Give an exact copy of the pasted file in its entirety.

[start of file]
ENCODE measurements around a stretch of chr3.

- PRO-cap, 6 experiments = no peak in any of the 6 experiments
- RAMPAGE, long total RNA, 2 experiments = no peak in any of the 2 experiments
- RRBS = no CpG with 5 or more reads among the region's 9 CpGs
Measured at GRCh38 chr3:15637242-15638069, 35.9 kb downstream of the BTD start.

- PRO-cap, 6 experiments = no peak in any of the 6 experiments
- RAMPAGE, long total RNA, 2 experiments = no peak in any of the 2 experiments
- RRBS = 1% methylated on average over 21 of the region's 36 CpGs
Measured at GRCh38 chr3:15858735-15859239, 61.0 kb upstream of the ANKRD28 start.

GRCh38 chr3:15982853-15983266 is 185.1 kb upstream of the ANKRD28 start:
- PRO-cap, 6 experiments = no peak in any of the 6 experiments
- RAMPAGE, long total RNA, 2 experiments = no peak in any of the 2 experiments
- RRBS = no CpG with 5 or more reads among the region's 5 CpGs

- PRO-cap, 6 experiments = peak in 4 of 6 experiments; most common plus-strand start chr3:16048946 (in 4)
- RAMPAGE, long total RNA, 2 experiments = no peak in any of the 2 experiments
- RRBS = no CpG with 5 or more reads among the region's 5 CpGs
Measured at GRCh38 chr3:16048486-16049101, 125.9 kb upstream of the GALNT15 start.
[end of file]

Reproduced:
ENCODE measurements around a stretch of chr3.

- PRO-cap, 6 experiments = no peak in any of the 6 experiments
- RAMPAGE, long total RNA, 2 experiments = no peak in any of the 2 experiments
- RRBS = no CpG with 5 or more reads among the region's 9 CpGs
Measured at GRCh38 chr3:15637242-15638069, 35.9 kb downstream of the BTD start.

- PRO-cap, 6 experiments = no peak in any of the 6 experiments
- RAMPAGE, long total RNA, 2 experiments = no peak in any of the 2 experiments
- RRBS = 1% methylated on average over 21 of the region's 36 CpGs
Measured at GRCh38 chr3:15858735-15859239, 61.0 kb upstream of the ANKRD28 start.

GRCh38 chr3:15982853-15983266 is 185.1 kb upstream of the ANKRD28 start:
- PRO-cap, 6 experiments = no peak in any of the 6 experiments
- RAMPAGE, long total RNA, 2 experiments = no peak in any of the 2 experiments
- RRBS = no CpG with 5 or more reads among the region's 5 CpGs

- PRO-cap, 6 experiments = peak in 4 of 6 experiments; most common plus-strand start chr3:16048946 (in 4)
- RAMPAGE, long total RNA, 2 experiments = no peak in any of the 2 experiments
- RRBS = no CpG with 5 or more reads among the region's 5 CpGs
Measured at GRCh38 chr3:16048486-16049101, 125.9 kb upstream of the GALNT15 start.